Many people don’t listen to what others have to say unless they know the person is educated on what they’re speaking about. Elie Wiesel uses words such as “our” to equalize the setting and the audience to him. Wiesel not only knows that by equalizing them will gain his credibility but it will also make them feel sympathetic towards the situation. Throughout his speech by using “our” Wiesel builds a form of trust and a bond with the audience because he acknowledges that everybody makes these mistakes to turn a cold shoulder and even admits that he’s done it his self. His audience must have noticed how cheese equalizes political individuals with others amongst the community. In this speech Wiesel memes for everybody to be level-headed about what’s going on throughout the world regardless if it impacts you personally or me personally he warns people to take action against the wrongdoings and in justices of others. Emotionally he grabs the audience’s attention by throwing out many of the Injustice is going on at the time this speech was given.

Wiesel acknowledges that people know his story but also may have known about one of the many brutalities going on throughout the world. He uses these as examples of what have been overlooked and defining them as injustices. “bloodbath in Cambodia in Nigeria, India and Pakistan, Ireland and Rwanda, Eritrea and Ethiopia, Sarajevo and Kosovo; the inhumanity in the gulag and the tragedy of Hiroshima. And, on a different level, of course, Auschwitz and Treblinka.(Wiesel)” This quote compels the audience to feel guilty or even in a way responsible for not stopping or helping these tragic events. Instead our nation as a whole has been overlooking situations just because we don’t want to get involved. Wiesel not only is successful in this reminder of the tragic events but he also build credibility but being involved in his own life on the tragic events at Auschwitz.

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Wiesel gets his going across by using pathos and ethos to out the problem of indifference. Elie Wiesel does this in many ways in some ways by setting the audience and himself equal, and given his past experience he has credibility even before he begins to speak on the term of indifference. Elie Wiesel wants his audience to take action against the indifference in society and indifference among nations. This speech is open the eyes of others and giving them the knowledge on his view of indifference and his view on how Nations turn heads when tragedies occur.

Works Cited

  1. Clinton, B., Clinton, H., & Holbrooke, R. (1999). Speech by Elie Wiesel: The Perils of Indifference. American Presidency Project. https://www.presidency.ucsb.edu/documents/speech-elie-wiesel-the-perils-indifference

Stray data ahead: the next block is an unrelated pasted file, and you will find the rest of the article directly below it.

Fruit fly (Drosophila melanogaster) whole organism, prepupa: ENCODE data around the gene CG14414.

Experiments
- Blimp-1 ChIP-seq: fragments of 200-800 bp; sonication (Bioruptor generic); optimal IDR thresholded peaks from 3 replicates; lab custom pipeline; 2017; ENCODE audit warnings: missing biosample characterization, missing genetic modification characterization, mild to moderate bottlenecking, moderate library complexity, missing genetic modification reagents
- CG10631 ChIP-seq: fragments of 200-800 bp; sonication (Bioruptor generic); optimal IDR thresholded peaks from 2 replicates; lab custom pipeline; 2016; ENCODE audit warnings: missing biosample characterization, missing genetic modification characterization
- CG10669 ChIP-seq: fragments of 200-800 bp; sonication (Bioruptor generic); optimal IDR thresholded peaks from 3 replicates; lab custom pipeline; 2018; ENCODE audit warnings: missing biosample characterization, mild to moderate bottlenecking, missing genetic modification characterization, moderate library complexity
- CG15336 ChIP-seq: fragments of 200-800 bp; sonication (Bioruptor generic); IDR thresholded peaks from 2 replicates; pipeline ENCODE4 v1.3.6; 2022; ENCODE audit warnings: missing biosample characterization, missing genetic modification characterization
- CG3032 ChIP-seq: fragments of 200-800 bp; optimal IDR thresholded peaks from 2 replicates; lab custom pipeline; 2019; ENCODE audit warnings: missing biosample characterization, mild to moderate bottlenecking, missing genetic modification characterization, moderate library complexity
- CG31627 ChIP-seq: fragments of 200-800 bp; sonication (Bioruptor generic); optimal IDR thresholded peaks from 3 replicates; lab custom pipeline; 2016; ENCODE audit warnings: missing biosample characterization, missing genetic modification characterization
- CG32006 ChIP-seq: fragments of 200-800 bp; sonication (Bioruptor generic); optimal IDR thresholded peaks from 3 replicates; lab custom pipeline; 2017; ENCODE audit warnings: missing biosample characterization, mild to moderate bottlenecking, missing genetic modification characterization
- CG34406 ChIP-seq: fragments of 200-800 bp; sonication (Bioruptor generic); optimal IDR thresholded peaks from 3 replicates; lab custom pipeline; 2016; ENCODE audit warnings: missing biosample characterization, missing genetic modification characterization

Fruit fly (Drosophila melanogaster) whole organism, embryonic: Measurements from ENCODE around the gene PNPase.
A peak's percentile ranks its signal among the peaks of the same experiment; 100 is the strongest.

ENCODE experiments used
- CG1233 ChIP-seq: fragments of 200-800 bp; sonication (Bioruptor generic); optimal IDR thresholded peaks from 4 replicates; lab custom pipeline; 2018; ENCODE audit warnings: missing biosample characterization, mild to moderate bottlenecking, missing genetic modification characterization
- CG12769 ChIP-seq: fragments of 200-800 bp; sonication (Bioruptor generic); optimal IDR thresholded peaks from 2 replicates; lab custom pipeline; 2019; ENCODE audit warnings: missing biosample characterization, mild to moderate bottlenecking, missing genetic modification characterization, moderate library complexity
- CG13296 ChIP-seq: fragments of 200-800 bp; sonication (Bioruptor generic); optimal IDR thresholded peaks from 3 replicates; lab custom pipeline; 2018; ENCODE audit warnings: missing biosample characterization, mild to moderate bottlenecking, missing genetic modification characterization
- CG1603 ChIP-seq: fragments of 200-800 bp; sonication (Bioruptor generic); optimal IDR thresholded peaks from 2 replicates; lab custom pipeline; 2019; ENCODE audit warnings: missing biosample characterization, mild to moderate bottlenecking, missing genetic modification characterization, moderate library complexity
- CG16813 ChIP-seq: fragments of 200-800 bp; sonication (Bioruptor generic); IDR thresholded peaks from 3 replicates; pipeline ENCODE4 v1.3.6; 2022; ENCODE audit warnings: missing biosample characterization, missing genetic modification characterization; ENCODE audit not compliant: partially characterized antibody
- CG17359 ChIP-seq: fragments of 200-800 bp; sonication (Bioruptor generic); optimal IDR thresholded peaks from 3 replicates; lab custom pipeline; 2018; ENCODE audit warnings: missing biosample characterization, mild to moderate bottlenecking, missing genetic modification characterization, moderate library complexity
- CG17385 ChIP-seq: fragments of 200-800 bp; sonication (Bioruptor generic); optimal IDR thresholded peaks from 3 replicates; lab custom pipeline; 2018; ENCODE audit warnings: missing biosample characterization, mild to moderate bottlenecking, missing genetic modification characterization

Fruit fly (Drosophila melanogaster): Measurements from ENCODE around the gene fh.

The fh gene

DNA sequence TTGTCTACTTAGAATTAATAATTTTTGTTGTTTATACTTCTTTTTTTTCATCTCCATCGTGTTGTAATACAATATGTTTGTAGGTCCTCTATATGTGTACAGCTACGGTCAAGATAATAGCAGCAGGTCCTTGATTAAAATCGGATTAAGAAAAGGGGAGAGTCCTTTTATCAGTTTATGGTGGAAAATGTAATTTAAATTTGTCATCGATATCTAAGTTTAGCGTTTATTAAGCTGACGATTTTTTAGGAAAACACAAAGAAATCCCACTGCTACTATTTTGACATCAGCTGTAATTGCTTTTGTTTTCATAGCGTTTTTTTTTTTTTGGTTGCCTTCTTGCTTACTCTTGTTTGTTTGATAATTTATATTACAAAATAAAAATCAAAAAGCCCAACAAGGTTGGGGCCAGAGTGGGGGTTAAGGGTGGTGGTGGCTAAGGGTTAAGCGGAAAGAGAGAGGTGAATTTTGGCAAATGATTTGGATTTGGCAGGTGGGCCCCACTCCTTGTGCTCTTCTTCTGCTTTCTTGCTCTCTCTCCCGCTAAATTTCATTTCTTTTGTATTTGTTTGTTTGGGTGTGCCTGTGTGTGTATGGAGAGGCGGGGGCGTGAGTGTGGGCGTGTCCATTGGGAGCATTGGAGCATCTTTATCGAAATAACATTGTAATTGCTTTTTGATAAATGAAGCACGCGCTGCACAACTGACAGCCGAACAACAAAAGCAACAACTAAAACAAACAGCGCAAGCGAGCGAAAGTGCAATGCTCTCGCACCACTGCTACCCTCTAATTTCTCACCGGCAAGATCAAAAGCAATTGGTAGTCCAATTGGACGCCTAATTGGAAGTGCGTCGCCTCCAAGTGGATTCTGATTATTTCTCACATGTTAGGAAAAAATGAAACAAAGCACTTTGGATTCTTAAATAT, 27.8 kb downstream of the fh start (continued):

2. Cole, J. R. (Ed.). (2004). Elie Wiesel, Jewish, Literary, and Moral Perspectives. Indiana University Press.
  3. Ellenson, D. (2003). Ethical Teachings of Judaism. Reconstructionist Press.
  4. Fine, E. S. (2004). Legacy of Night: The Literary Universe of Elie Wiesel. State University of New York Press.
  5. Horowitz, S. L., & Faur, J. (Eds.). (2013). Elie Wiesel: Jewish, Literary, and Moral Perspectives. Purdue University Press.
  6. Miller, R. (2000). Elie Wiesel: A Challenge to Theology. Westminster John Knox Press.
  7. Neuman, S. (2000). Elie Wiesel: Witness for Life. Taylor Trade Publishing.
  8. Rigney, B. M. (2001). Elie Wiesel and the Art of Storytelling. McFarland.
  9. Rothberg, M. (2005). Traumatic Realism: The Demands of Holocaust Representation. University of Minnesota Press.
  10. Wiesel, E. (1999). After the Darkness: Reflections on the Holocaust. Schocken Books.

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Rhetorical Analysis Of The Perils Of Indifference. (2022, February 10). GradesFixer. Retrieved April 21, 2024, from https://gradesfixer.com/free-essay-examples/rhetorical-analysis-of-the-perils-of-indifference/
“Rhetorical Analysis Of The Perils Of Indifference.” GradesFixer, 10 Feb. 2022, gradesfixer.com/free-essay-examples/rhetorical-analysis-of-the-perils-of-indifference/
Rhetorical Analysis Of The Perils Of Indifference. [online]. Available at: <https://gradesfixer.com/free-essay-examples/rhetorical-analysis-of-the-perils-of-indifference/> [Accessed 21 Apr. 2024].
Rhetorical Analysis Of The Perils Of Indifference [Internet]. GradesFixer. 2022 Feb 10 [cited 2024 Apr 21]. Available from: https://gradesfixer.com/free-essay-examples/rhetorical-analysis-of-the-perils-of-indifference/